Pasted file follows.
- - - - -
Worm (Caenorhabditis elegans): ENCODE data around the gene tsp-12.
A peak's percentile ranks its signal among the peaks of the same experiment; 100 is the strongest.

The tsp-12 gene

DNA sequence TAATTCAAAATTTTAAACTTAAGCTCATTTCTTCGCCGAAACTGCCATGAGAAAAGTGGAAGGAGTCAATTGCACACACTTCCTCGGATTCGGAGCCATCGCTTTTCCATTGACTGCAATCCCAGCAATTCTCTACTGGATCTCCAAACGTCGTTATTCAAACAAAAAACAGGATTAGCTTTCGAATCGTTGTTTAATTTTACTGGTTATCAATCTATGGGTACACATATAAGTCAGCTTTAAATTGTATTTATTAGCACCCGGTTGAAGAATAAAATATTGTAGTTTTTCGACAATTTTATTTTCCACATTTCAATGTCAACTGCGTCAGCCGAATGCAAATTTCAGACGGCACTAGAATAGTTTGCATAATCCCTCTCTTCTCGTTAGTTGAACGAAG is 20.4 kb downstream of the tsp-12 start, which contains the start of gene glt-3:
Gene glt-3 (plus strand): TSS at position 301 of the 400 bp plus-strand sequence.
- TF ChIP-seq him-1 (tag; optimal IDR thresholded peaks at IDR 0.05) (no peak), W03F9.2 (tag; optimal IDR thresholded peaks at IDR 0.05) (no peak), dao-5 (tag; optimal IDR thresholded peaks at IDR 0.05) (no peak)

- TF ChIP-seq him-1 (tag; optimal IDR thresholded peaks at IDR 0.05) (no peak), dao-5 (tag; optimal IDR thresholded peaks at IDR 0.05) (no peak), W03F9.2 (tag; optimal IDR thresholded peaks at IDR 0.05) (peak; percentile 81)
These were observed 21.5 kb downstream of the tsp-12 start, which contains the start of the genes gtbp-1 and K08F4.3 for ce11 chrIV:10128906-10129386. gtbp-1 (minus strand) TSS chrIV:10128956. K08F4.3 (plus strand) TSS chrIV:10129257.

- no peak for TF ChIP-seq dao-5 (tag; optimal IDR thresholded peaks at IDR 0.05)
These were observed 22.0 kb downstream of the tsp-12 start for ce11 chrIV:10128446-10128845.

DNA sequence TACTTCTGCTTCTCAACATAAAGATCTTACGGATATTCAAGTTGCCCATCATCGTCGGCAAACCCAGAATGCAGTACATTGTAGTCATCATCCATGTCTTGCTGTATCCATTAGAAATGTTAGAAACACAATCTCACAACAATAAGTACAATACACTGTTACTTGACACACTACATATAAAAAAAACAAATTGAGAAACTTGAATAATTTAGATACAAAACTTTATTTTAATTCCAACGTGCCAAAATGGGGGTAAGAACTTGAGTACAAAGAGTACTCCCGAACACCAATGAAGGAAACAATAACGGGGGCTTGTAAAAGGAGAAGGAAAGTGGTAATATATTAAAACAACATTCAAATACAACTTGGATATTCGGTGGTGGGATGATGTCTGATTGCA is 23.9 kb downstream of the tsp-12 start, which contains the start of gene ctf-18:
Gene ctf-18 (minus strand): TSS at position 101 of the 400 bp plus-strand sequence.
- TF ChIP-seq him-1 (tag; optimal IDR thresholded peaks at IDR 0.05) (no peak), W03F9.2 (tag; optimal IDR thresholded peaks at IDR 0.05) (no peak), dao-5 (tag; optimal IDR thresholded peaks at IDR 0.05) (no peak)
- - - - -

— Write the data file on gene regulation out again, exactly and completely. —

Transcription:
Worm (Caenorhabditis elegans): ENCODE data around the gene tsp-12.
A peak's percentile ranks its signal among the peaks of the same experiment; 100 is the strongest.

The tsp-12 gene

DNA sequence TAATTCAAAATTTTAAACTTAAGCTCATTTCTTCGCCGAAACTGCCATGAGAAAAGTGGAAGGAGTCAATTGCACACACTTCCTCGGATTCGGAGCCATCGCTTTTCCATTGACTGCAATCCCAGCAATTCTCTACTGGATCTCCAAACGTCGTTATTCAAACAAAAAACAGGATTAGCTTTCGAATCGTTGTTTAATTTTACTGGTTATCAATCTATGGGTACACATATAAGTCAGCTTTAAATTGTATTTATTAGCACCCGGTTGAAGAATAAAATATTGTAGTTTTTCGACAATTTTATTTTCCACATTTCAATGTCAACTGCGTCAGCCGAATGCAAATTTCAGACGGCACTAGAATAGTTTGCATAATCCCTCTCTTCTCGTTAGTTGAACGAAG is 20.4 kb downstream of the tsp-12 start, which contains the start of gene glt-3:
Gene glt-3 (plus strand): TSS at position 301 of the 400 bp plus-strand sequence.
- TF ChIP-seq him-1 (tag; optimal IDR thresholded peaks at IDR 0.05) (no peak), W03F9.2 (tag; optimal IDR thresholded peaks at IDR 0.05) (no peak), dao-5 (tag; optimal IDR thresholded peaks at IDR 0.05) (no peak)

- TF ChIP-seq him-1 (tag; optimal IDR thresholded peaks at IDR 0.05) (no peak), dao-5 (tag; optimal IDR thresholded peaks at IDR 0.05) (no peak), W03F9.2 (tag; optimal IDR thresholded peaks at IDR 0.05) (peak; percentile 81)
These were observed 21.5 kb downstream of the tsp-12 start, which contains the start of the genes gtbp-1 and K08F4.3 for ce11 chrIV:10128906-10129386. gtbp-1 (minus strand) TSS chrIV:10128956. K08F4.3 (plus strand) TSS chrIV:10129257.

- no peak for TF ChIP-seq dao-5 (tag; optimal IDR thresholded peaks at IDR 0.05)
These were observed 22.0 kb downstream of the tsp-12 start for ce11 chrIV:10128446-10128845.

DNA sequence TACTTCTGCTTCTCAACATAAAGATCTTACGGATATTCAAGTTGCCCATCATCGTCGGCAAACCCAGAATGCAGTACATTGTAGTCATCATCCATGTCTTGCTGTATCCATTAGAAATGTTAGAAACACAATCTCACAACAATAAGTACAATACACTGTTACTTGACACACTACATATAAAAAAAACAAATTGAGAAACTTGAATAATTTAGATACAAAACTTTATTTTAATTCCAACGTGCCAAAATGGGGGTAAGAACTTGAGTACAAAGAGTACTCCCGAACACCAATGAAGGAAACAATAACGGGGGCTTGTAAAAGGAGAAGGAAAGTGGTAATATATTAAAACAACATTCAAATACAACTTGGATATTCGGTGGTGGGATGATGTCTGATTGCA is 23.9 kb downstream of the tsp-12 start, which contains the start of gene ctf-18:
Gene ctf-18 (minus strand): TSS at position 101 of the 400 bp plus-strand sequence.
- TF ChIP-seq him-1 (tag; optimal IDR thresholded peaks at IDR 0.05) (no peak), W03F9.2 (tag; optimal IDR thresholded peaks at IDR 0.05) (no peak), dao-5 (tag; optimal IDR thresholded peaks at IDR 0.05) (no peak)